Downing Street
17 January 1868
You were informed by my Despatch No. 101 of the 20th December that I should communicate with you again on the question how far under International Law the United States are now bound by the Treaty between Great Britain and Russia of 1825.
I have now to inform you that I am advised that the United States are bound by the recitals from the convention of 1825 which are incorporated into the Treaty of Cession as far as the Geographical limits of the ceded Territory are concerned. Those recitals, although they do not constitute any direct Treaty engagementbetweenManuscript image between Great Britain and the United States, make Articles III and IV of the Convention, evidence against the United States that Great Britain has an established title to the line of demarcation described in those Articles: but as regards the other Articles of that Convention whereby certain points connected with the Commerce, Navigation and Fisheries of British and Russian Subjects were settled for their reciprocal convenience, none of the obligations contracted by Russia towards Great Britain under those Articles devolve upon the United States by virtue of the Treaty of Cession.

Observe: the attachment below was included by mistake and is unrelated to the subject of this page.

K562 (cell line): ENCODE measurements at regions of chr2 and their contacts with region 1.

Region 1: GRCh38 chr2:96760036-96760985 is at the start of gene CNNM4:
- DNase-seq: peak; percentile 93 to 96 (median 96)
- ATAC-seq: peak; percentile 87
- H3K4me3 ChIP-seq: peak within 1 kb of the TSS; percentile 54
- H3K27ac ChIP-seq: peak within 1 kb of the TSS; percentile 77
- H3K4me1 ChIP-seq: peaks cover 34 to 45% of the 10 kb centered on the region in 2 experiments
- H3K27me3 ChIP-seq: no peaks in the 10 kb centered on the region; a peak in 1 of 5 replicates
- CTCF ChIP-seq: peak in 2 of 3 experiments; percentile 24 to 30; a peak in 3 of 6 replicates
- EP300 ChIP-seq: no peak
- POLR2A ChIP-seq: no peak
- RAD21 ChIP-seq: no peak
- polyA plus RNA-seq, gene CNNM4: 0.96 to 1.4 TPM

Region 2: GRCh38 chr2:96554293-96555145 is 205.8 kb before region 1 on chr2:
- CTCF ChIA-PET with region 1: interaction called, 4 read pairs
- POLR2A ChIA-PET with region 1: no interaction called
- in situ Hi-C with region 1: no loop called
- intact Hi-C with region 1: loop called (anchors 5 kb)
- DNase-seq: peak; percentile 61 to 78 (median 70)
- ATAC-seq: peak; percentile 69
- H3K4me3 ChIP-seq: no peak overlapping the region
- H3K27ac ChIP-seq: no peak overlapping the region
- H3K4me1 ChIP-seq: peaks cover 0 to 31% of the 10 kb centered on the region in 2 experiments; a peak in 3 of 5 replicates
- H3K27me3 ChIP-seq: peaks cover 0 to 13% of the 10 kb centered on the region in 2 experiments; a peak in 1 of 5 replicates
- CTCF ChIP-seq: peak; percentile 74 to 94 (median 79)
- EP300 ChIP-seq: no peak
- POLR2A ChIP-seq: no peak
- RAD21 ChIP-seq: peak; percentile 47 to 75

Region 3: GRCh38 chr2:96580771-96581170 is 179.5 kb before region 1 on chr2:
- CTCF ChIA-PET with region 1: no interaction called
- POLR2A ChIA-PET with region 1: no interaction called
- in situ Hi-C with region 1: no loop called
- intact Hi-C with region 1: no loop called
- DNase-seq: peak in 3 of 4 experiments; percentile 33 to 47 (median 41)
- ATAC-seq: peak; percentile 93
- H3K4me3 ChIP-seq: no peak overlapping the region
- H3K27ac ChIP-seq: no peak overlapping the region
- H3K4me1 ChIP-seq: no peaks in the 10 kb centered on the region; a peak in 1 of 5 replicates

In my Despatch No. 101 already referred to, I also informed you that Her Majesty's Government considered that the United States Officers should receive facilities for passing their Cattle through British Columbia,butManuscript image but I take this opportunity of cautioning you that such passage of Cattle should not be made the pretext for sending backwards and forwards bodies of armed men as escorts. The habit of it once commenced might be found equally difficult to stop and dangerous to permit.
I have etc.
Buckingham & Chandos
People in this document

Grenville, Richard

Seymour, Frederick

Places in this document


British Columbia

Washington Territory